Avignon, Cour d'honneur, 4.30 in the morning. This promises to be an uncommon experience: the city still sleeping, the day dawning, so favourable to a face-to-face encounter, frank and direct, between singers and dancers, between 14th-century music and today's public. The choreographer Anne Teresa De Keersmaeker and the artistic director of the Graindelavoix vocal ensemble, Björn Schmelzer, joined forces in their quest to interpret a complex medieval music through which much older roots resonate, and to build dance based on the essential movements of the human body. Ars subtilior, that extremely refined, late 14th-century polyphonic music born in the Cour des papes in Avignon, which was already at the heart of Rosas' previous show En Atendant, is unfolded in space and is embodied by expressing its most dance-like qualities. The maestria of De Keersmaeker and that of Schmelzer are mutually strengthened in this exercise: making audible what runs the risk of disappearing in multiple superimpositions of notes, making visible the way that a body can express this music by a natural fluidity. What is presented is a daring angle of approach, going straight to the essence of sound and movement, of the dynamic and intensity. Today's voices and bodies resuscitate these long-ago times in a here and now bathed in the light of dawn, which inevitably intensifies, becomes increasingly limpid and orients perception as it pleases while the sun rises.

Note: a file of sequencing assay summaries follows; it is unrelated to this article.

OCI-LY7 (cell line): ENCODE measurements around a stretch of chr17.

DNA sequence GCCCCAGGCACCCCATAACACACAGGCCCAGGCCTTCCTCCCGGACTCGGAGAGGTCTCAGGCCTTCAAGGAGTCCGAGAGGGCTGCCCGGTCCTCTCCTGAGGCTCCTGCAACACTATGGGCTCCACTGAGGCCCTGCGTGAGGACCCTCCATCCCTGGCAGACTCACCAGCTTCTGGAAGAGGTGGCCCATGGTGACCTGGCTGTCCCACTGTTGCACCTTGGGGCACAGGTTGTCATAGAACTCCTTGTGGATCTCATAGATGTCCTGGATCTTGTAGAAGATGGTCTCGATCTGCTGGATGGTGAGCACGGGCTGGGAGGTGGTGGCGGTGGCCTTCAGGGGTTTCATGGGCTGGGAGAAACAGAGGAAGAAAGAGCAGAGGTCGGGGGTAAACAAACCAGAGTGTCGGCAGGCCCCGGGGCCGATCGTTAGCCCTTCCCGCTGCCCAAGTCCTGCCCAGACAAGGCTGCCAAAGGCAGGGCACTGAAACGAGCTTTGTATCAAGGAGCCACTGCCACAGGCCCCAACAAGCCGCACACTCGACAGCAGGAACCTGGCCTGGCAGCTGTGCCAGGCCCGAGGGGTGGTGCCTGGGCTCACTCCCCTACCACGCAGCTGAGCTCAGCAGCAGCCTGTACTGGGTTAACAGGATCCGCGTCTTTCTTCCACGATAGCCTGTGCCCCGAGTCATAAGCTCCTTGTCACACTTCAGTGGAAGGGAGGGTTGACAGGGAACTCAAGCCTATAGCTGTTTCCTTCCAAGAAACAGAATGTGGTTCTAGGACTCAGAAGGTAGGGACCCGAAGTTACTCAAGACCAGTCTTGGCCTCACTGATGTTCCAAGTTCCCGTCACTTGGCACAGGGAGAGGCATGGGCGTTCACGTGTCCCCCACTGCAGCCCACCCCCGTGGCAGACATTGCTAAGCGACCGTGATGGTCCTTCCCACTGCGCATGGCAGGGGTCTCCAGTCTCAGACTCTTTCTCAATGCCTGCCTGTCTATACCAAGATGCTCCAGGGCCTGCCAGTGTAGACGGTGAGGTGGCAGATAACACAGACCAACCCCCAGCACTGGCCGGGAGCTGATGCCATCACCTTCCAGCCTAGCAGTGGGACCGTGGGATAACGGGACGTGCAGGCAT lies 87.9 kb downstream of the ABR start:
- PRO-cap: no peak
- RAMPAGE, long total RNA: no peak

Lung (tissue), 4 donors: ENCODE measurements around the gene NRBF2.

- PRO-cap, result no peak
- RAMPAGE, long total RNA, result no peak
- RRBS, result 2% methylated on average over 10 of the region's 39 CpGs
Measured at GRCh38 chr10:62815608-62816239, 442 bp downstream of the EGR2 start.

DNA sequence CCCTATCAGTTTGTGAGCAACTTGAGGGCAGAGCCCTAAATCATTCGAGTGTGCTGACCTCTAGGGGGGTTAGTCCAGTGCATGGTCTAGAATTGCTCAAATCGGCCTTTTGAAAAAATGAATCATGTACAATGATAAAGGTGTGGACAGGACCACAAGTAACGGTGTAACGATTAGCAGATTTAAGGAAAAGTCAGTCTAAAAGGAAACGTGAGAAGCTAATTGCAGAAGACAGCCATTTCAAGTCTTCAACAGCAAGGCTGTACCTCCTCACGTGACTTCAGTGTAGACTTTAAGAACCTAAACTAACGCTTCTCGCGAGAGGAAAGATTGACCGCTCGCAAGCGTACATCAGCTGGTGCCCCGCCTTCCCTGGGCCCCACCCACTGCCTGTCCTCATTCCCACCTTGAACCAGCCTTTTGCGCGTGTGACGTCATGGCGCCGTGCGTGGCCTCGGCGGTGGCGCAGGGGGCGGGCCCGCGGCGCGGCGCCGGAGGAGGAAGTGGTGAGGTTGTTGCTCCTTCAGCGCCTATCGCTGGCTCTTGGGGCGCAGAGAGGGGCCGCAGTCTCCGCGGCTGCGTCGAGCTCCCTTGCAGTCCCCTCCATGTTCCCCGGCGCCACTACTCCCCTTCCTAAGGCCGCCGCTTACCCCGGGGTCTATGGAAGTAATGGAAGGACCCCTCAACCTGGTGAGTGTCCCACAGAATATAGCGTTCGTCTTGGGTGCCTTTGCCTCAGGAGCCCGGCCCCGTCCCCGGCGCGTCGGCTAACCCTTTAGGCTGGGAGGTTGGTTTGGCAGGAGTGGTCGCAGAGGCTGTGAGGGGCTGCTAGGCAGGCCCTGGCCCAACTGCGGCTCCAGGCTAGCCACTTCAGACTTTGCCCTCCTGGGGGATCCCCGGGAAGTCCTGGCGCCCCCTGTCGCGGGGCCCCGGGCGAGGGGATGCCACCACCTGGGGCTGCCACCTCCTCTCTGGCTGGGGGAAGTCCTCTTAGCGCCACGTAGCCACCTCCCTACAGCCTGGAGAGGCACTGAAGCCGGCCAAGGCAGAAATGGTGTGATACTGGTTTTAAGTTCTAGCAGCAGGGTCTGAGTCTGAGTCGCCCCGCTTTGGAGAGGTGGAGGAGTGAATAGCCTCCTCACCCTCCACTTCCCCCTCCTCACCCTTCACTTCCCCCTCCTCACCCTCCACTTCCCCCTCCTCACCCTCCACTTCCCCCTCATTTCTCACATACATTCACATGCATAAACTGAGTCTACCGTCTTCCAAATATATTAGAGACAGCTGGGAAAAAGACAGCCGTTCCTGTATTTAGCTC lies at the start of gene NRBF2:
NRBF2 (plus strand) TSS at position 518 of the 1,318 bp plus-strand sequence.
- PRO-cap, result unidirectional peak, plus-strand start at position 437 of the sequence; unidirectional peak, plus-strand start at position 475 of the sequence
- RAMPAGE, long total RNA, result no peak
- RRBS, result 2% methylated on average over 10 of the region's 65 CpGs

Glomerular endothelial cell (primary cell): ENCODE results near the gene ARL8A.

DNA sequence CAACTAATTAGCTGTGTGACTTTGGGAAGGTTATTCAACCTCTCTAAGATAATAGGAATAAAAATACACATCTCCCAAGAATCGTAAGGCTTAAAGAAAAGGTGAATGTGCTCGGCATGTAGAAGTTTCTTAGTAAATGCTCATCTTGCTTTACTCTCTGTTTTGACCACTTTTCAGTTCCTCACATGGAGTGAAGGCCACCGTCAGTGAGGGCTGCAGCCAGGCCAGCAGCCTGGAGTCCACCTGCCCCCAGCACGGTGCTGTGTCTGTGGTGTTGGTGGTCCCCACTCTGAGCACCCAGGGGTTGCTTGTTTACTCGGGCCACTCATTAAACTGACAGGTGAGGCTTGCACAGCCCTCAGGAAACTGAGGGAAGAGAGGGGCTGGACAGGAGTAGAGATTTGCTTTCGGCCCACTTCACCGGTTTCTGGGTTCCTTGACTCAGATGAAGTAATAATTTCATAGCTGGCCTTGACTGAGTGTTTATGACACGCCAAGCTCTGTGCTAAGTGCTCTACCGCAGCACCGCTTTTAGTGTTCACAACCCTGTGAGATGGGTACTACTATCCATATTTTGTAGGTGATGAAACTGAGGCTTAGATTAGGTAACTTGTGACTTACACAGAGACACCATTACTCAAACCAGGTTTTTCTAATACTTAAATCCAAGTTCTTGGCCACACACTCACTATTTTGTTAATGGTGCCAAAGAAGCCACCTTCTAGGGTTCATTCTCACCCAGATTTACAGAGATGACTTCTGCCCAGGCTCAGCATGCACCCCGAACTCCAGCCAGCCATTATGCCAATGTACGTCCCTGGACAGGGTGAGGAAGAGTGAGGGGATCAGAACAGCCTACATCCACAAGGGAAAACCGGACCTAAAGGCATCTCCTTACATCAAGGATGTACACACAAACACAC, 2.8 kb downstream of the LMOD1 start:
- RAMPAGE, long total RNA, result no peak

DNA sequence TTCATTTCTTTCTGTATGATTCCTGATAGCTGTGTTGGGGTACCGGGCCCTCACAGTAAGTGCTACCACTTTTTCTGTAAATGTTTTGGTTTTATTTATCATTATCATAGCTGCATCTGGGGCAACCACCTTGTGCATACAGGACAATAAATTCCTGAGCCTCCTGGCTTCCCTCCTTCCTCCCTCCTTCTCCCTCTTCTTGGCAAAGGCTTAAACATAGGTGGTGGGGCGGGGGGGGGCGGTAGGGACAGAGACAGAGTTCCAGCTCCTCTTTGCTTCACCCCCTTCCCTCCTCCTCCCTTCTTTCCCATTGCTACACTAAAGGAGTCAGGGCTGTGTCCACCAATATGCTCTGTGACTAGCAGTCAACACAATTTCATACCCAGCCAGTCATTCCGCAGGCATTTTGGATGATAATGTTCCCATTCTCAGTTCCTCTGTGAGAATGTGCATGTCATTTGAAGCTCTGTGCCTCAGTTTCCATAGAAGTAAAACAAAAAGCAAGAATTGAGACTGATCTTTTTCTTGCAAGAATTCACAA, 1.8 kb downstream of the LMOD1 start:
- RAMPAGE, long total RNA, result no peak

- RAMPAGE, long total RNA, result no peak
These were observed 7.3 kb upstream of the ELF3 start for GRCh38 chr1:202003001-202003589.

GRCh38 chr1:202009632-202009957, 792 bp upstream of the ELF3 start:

Dominike van Besien